Pacific Vector

How And Why To Create A Business Continuity Plan


Recently, a few companies have asked me to help them navigate this tumultuous time for entrepreneurs. Candidly, no one understands the challenges of keeping a company afloat but a business owner who has skin in the game. Of course, that’s not to say that other people have zero input in keeping a business afloat. But entrepreneurs are typically the only ones who sweat every detail in the moment, such as in this current business environment. And what this has reinforced for me is how crucial business continuity planning is for any entrepreneur.

The Questions That Matter In Challenging Business Climates

I am unpacking the fact that there is a new normal evolving — every day — with other business owners. First, I’m not convinced that soon business will be like it was in prior months or even like the year before the novel coronavirus pandemic. Therefore, the messaging for marketing should be to reframe a company’s strategy to focus on the mentality of survival, caring for the consumer and creating business resilience.

For business continuity planning, operational resilience is also essential. I’m focusing on it within my brands and even as I consult. Operational resilience boils down to location and team resilience. It means asking what and who on the team is essential. And how can a business owner keep teams productive, with continuous measurements in place? Financial resilience is critical for working through the dynamics of engaging suppliers, credit and cash reserves. In moments like these, entrepreneurs should understand their cash flow plan fully, the amount of fuel in the tank and when the business could run low on money.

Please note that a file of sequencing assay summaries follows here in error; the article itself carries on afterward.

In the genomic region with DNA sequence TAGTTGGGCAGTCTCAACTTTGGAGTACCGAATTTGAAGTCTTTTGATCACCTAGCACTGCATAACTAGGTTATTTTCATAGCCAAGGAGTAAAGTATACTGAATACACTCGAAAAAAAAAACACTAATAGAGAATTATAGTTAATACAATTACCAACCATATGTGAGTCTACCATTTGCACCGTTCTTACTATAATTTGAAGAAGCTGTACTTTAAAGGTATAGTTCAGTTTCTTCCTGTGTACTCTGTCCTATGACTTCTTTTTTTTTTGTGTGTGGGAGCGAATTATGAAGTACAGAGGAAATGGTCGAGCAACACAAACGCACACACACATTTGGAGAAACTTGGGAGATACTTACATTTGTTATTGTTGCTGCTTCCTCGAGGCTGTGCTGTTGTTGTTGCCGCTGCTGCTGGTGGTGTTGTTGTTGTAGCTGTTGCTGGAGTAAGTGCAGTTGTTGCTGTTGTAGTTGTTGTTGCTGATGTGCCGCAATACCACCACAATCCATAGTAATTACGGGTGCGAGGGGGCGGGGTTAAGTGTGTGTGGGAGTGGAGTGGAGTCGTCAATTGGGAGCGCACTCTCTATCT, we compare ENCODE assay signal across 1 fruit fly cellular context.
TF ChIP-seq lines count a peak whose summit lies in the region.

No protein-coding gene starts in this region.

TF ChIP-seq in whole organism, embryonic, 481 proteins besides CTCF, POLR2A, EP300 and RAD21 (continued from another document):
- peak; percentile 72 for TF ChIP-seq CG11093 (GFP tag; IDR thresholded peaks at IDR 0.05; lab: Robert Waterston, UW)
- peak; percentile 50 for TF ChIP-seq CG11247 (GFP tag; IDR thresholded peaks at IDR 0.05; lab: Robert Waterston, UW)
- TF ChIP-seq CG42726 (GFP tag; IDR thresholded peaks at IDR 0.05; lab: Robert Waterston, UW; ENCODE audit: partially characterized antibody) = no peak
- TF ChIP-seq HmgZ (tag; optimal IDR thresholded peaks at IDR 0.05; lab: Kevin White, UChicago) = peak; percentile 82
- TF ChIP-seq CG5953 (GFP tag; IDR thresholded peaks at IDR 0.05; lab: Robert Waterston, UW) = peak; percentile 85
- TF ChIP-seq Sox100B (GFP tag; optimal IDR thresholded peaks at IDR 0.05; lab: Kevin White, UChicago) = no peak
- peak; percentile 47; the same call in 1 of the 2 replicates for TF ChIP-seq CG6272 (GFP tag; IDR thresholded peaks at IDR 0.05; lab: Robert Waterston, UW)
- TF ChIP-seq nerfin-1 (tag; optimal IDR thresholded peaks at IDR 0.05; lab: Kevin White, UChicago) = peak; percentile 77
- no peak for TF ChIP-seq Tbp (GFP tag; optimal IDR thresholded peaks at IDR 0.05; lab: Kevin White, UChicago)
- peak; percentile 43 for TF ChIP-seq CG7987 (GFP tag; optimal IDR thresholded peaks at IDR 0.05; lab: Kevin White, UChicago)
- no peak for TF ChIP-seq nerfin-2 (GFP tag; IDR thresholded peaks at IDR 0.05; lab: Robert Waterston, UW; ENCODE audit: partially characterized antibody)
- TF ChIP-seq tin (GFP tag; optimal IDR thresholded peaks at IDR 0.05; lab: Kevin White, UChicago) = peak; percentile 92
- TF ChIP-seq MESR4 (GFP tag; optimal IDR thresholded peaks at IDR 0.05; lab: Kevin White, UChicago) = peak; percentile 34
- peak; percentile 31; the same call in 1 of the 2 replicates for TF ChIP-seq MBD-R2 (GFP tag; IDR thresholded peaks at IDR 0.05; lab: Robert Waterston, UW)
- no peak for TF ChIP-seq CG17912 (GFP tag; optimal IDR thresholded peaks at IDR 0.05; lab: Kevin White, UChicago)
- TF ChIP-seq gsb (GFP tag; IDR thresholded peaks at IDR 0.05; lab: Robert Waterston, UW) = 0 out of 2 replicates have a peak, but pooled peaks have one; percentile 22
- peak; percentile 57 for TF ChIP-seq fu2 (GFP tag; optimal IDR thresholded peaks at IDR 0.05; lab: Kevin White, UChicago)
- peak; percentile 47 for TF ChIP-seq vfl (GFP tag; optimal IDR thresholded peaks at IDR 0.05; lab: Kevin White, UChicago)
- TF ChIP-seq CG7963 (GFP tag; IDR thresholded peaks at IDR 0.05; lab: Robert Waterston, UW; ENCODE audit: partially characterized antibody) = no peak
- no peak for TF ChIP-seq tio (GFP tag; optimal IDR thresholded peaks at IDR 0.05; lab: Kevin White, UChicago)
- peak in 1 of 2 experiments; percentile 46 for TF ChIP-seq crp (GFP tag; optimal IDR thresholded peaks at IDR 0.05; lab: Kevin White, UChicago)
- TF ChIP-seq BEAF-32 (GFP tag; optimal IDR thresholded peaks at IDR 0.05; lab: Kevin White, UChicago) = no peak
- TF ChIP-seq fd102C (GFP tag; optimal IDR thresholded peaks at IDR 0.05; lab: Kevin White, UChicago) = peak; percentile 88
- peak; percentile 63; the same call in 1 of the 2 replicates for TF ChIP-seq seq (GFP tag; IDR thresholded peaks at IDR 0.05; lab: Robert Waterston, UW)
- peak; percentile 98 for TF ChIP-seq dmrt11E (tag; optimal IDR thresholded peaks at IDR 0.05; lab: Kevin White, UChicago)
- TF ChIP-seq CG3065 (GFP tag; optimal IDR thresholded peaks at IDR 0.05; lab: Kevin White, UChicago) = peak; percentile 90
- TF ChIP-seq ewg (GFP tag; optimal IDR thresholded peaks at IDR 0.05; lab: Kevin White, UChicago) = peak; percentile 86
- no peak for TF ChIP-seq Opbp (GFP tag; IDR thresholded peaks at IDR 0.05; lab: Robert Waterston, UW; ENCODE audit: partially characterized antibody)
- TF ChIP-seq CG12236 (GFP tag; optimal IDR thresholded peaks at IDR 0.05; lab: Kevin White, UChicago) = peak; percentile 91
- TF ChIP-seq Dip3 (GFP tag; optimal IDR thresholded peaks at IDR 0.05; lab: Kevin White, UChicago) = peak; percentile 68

Further, what I’m also focusing on is cost resilience, which is also critical in business continuity planning. It starts with the question: What can you prune down? Can you downsize to a smaller space? What external services should you review and adjust? Of course, payroll cuts are tough but often necessary to keep costs in line with the new normal. In other words, to keep a company afloat, everyone — including workers — has to make sacrifices.

Finally, revenue resilience comes from sharpening the focus on being customer-centric. Entrepreneurs need customers to be healthy and engaged. Now is the time to stay close to your clients. In the process, you should pay attention to risk reversal because closing the sale before the current climate was different than doing it in the ever-evolving new normal. That means strategic consultation-based sales are the key — without an ask.

What Is Business Continuity Planning?

Business continuity planning (BCP) is a must-do, especially at present. It is an opportunity to manage strategic resilience and understand how to become a mile deep and an inch wide — versus the opposite. Business continuity planning is a process whereby leaders develop systems to prevent and recover from threats that exist. In other words, this is risk management in the middle of a changing and fluid environment.